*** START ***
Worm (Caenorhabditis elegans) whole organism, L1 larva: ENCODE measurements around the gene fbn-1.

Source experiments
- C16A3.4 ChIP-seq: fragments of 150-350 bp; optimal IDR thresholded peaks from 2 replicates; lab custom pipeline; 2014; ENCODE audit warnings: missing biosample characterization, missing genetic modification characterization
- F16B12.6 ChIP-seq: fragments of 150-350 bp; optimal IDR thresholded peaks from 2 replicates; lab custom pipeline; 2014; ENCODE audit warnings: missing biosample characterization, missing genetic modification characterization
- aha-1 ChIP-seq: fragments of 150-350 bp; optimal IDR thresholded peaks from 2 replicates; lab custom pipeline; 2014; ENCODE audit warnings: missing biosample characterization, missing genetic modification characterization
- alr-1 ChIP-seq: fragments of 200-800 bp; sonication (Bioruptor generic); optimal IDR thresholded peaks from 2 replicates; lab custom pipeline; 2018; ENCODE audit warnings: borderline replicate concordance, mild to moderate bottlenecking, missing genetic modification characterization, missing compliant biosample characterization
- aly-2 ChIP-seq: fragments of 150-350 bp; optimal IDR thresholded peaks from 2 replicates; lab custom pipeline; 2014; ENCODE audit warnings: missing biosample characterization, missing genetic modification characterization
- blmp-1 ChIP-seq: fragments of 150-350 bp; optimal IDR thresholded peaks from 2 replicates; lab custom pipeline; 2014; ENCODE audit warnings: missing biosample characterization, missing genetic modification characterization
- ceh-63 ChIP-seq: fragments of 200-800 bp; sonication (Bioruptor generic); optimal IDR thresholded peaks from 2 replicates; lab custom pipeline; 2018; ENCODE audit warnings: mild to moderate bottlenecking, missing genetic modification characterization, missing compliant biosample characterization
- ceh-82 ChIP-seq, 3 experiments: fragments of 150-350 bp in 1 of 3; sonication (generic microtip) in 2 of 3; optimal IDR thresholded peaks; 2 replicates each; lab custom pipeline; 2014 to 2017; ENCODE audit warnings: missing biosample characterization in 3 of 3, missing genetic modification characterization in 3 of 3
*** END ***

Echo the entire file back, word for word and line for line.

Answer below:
Worm (Caenorhabditis elegans) whole organism, L1 larva: ENCODE measurements around the gene fbn-1.

Source experiments
- C16A3.4 ChIP-seq: fragments of 150-350 bp; optimal IDR thresholded peaks from 2 replicates; lab custom pipeline; 2014; ENCODE audit warnings: missing biosample characterization, missing genetic modification characterization
- F16B12.6 ChIP-seq: fragments of 150-350 bp; optimal IDR thresholded peaks from 2 replicates; lab custom pipeline; 2014; ENCODE audit warnings: missing biosample characterization, missing genetic modification characterization
- aha-1 ChIP-seq: fragments of 150-350 bp; optimal IDR thresholded peaks from 2 replicates; lab custom pipeline; 2014; ENCODE audit warnings: missing biosample characterization, missing genetic modification characterization
- alr-1 ChIP-seq: fragments of 200-800 bp; sonication (Bioruptor generic); optimal IDR thresholded peaks from 2 replicates; lab custom pipeline; 2018; ENCODE audit warnings: borderline replicate concordance, mild to moderate bottlenecking, missing genetic modification characterization, missing compliant biosample characterization
- aly-2 ChIP-seq: fragments of 150-350 bp; optimal IDR thresholded peaks from 2 replicates; lab custom pipeline; 2014; ENCODE audit warnings: missing biosample characterization, missing genetic modification characterization
- blmp-1 ChIP-seq: fragments of 150-350 bp; optimal IDR thresholded peaks from 2 replicates; lab custom pipeline; 2014; ENCODE audit warnings: missing biosample characterization, missing genetic modification characterization
- ceh-63 ChIP-seq: fragments of 200-800 bp; sonication (Bioruptor generic); optimal IDR thresholded peaks from 2 replicates; lab custom pipeline; 2018; ENCODE audit warnings: mild to moderate bottlenecking, missing genetic modification characterization, missing compliant biosample characterization
- ceh-82 ChIP-seq, 3 experiments: fragments of 150-350 bp in 1 of 3; sonication (generic microtip) in 2 of 3; optimal IDR thresholded peaks; 2 replicates each; lab custom pipeline; 2014 to 2017; ENCODE audit warnings: missing biosample characterization in 3 of 3, missing genetic modification characterization in 3 of 3